The buzzwords are familiar: innovation; transformation; accountable care; consumer-oriented care; healthcare integration; population health management. What do they mean when spoken together? Disruptive change in your organization that can be a gift-wrapped opportunity to make necessary changes or a challenge that feels like a runaway train bearing down on you and your team every day.
Earlier Trexin Insight pieces have described the most prevalent drivers of disruptive change. Let’s review with respect to what is happening in healthcare:
- Individuals and interactions
- Technological innovation
- Organizational restructuring
- Business-model shifts
The Role of Innovation and Transformation in Disruptive Change: A Partial Root Cause Analysis
ALL of these disruptive change drivers are fully at work in today’s healthcare sector and are likely to be impacting your team and your workload on any given day of the week. In crafting a strategy to address healthcare’s disruptive change, it is important to consider current innovation and transformation initiatives and their system-level causes.
The Quest for Triple Aim
Though the phrase is in regular use throughout the healthcare sector today, the concept of the Triple Aim was developed in 2007 by the Institute for Healthcare Improvement against a backdrop of unsustainable growth in U.S. per capita healthcare spending (annual increases of between 6.3 and 9.7% between 2001 and 2007) and mounting evidence that quality, outcomes and patient experience were lagging behind those of other industrialized countries.
At its core, the Triple Aim seeks to improve the health of the U.S. population through three simultaneous pursuits: improving the patient experience of care (not just “patient satisfaction”); improving the health of populations (and sub-populations within them); and reducing per capita cost of healthcare (not just slowing the rate of growth, but reducing spending). It is an incredibly ambitious agenda that has been incorporated into Medicare and Medicaid, which cover more than 118 million Americans, and federally-funded health initiatives. The Triple Aim has gained influence in provider organizations and commercial health plans as well. Any one of these three pursuits would be a significant challenge for the healthcare sector, but given that all three are moving forward simultaneously in an effort to achieve system transformation, disruptive change is the obvious result.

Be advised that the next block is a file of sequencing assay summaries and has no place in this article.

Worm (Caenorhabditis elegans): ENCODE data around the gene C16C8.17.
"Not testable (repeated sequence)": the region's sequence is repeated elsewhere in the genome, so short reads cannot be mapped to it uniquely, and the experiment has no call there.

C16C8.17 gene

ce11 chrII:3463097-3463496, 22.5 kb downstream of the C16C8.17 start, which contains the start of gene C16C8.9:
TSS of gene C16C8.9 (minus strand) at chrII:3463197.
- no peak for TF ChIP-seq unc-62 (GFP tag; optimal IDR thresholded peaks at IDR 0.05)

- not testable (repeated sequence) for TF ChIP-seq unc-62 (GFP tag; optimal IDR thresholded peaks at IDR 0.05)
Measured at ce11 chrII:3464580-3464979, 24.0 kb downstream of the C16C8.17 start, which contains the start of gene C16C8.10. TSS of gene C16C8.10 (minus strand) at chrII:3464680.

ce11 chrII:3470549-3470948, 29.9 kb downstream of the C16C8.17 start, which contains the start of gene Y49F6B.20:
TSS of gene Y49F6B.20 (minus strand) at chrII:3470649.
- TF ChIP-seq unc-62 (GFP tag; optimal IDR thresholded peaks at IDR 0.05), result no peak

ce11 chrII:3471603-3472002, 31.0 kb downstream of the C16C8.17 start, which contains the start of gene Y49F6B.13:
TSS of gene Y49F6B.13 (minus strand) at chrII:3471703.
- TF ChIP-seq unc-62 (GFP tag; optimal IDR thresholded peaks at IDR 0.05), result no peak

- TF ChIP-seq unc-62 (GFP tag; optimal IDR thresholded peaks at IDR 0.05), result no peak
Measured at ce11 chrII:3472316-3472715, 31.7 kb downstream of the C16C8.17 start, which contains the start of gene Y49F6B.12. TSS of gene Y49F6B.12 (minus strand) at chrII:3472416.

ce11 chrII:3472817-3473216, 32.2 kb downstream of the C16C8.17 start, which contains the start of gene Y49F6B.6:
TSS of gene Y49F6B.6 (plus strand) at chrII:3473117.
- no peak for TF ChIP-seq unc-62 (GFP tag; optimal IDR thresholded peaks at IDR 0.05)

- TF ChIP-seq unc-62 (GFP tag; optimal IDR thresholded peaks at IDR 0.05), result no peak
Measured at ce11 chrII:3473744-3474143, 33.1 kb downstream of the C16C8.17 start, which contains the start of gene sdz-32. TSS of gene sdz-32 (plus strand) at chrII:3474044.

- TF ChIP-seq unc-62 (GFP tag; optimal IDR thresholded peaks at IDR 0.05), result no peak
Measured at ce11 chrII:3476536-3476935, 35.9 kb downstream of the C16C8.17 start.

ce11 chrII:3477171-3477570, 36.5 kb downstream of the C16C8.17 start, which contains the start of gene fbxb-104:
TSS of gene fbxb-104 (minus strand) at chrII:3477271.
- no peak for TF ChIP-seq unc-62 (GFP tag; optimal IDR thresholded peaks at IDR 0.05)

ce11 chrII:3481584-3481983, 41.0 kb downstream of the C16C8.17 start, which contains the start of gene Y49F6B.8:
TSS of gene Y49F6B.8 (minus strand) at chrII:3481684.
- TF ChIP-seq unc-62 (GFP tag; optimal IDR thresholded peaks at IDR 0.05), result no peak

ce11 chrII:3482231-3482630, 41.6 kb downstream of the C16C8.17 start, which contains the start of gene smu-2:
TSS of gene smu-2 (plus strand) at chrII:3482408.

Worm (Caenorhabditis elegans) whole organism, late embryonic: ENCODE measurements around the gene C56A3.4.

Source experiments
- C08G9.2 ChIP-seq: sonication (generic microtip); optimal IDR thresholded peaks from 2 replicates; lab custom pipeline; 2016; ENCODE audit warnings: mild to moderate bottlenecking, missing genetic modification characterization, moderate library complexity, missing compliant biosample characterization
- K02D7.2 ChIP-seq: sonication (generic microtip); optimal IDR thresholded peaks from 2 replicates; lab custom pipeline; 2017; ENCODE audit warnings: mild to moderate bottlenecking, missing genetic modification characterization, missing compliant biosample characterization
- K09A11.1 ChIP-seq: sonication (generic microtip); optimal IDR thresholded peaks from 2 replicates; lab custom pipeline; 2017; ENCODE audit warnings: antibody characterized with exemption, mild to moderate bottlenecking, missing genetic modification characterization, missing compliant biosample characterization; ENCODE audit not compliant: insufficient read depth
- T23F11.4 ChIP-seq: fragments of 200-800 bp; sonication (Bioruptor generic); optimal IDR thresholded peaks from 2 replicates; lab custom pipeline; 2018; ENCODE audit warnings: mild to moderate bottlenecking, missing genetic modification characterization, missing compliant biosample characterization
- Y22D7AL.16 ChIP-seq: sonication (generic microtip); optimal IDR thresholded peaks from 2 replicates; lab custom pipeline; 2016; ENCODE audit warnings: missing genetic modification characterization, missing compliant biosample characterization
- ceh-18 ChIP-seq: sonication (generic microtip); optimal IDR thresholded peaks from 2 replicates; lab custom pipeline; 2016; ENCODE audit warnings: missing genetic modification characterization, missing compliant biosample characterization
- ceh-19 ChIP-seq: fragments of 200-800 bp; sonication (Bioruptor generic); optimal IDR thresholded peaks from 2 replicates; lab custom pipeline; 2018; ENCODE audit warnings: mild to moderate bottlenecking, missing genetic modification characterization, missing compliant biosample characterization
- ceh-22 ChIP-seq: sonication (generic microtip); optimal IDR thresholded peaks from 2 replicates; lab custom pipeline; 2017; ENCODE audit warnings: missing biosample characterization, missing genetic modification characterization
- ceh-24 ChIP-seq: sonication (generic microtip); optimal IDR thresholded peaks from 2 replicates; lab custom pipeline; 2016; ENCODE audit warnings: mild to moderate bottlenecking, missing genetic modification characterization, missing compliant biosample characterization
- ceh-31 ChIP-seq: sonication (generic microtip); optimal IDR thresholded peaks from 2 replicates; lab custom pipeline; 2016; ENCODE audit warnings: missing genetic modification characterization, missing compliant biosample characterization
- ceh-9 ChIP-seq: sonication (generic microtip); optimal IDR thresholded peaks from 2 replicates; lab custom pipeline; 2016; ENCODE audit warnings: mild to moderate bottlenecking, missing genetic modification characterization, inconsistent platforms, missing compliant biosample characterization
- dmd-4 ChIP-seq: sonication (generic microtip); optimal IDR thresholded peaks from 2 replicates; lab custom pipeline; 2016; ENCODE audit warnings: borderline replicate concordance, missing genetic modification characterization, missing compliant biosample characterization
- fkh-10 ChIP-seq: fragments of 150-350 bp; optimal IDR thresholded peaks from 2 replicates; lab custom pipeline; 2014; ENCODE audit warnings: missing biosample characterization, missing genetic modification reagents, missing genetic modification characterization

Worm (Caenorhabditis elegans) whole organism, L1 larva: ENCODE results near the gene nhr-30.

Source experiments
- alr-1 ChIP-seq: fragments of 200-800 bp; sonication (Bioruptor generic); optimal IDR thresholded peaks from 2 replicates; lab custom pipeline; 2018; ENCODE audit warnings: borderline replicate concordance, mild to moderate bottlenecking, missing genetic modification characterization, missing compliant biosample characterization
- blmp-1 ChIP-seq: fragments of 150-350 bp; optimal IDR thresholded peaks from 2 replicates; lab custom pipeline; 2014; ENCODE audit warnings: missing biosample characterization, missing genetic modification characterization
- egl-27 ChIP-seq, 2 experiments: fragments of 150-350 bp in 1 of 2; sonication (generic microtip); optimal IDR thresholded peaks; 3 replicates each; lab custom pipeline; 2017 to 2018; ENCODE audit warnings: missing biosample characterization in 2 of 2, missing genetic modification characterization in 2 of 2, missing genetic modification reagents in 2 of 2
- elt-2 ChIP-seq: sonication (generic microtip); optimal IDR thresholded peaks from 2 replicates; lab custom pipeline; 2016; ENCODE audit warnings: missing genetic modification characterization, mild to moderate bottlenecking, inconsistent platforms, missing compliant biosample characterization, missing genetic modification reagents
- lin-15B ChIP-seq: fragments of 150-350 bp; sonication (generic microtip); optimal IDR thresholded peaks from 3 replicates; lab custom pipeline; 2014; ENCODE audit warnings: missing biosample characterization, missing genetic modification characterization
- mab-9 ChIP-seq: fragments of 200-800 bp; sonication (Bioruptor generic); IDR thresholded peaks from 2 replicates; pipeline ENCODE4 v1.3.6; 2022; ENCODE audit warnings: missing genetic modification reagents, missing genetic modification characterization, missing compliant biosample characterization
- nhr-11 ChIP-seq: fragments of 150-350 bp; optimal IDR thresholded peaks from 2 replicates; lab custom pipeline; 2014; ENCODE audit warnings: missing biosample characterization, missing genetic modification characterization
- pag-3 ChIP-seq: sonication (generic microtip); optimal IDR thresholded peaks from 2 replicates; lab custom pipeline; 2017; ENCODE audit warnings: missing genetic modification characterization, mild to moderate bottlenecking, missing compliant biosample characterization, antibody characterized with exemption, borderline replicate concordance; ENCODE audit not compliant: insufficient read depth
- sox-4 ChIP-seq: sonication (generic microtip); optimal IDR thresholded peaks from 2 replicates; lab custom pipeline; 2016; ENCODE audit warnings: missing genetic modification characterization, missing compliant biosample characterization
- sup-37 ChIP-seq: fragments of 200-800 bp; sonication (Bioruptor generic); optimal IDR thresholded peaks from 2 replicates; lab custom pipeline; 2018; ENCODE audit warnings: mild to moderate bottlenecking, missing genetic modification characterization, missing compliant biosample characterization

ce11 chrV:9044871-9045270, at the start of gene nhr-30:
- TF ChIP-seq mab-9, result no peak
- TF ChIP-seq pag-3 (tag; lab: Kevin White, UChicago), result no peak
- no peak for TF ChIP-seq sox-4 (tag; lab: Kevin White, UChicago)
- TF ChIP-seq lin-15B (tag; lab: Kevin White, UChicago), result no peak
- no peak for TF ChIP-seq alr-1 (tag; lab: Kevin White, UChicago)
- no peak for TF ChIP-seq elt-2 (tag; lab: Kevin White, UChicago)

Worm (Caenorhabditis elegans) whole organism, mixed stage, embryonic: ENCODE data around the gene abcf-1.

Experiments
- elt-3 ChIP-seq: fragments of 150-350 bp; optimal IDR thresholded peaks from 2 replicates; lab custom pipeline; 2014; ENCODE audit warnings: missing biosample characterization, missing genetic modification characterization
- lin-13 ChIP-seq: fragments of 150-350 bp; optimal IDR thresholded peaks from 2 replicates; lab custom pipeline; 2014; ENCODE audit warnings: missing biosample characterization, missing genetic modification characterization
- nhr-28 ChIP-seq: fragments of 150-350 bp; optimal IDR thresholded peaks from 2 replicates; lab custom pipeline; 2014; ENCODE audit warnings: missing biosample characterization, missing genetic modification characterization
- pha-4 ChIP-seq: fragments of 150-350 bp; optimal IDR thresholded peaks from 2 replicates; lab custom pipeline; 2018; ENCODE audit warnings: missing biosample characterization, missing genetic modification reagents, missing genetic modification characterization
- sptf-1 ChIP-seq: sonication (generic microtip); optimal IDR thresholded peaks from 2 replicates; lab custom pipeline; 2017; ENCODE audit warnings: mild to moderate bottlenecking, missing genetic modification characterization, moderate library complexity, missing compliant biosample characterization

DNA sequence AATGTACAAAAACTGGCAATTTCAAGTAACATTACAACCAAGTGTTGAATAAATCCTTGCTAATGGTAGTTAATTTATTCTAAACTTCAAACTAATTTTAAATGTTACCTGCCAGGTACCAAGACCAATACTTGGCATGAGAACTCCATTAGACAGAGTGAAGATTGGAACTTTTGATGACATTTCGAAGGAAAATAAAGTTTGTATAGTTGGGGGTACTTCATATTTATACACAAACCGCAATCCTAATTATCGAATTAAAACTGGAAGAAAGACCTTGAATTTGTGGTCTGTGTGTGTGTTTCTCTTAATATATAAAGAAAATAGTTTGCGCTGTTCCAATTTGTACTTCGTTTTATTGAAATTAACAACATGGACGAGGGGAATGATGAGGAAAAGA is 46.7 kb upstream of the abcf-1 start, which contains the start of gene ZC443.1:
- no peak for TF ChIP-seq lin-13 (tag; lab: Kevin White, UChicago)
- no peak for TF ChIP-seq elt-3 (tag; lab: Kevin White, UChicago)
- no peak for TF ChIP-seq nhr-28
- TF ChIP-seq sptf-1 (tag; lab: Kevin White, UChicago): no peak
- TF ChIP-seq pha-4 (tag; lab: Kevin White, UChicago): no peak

The Learning Healthcare System Movement
In its landmark 2012 report “Best Care at Lower Cost: The Path to Continuously Learning Health Care in America,” the Institute of Medicine outlined three imperatives that underlie the key drivers of disruptive change in the current U.S. healthcare sector: the need to manage rapidly increasing complexity; the need to achieve greater value in healthcare; and the need to capture opportunities from technology, other industries and policy. The report recommended a series of pathways to a continuously learning health care system capable of using evidence-based knowledge to achieve better quality, safety and value. All of these pathways are applicable not just to the system as a whole, but at an individual organizational level as well. The first pathway identified is “generating and applying knowledge in real time” which really addresses any healthcare organization’s need for the right data in the right place at the right time and actionable data analytics that inform clinical and administrative decisions within the organization.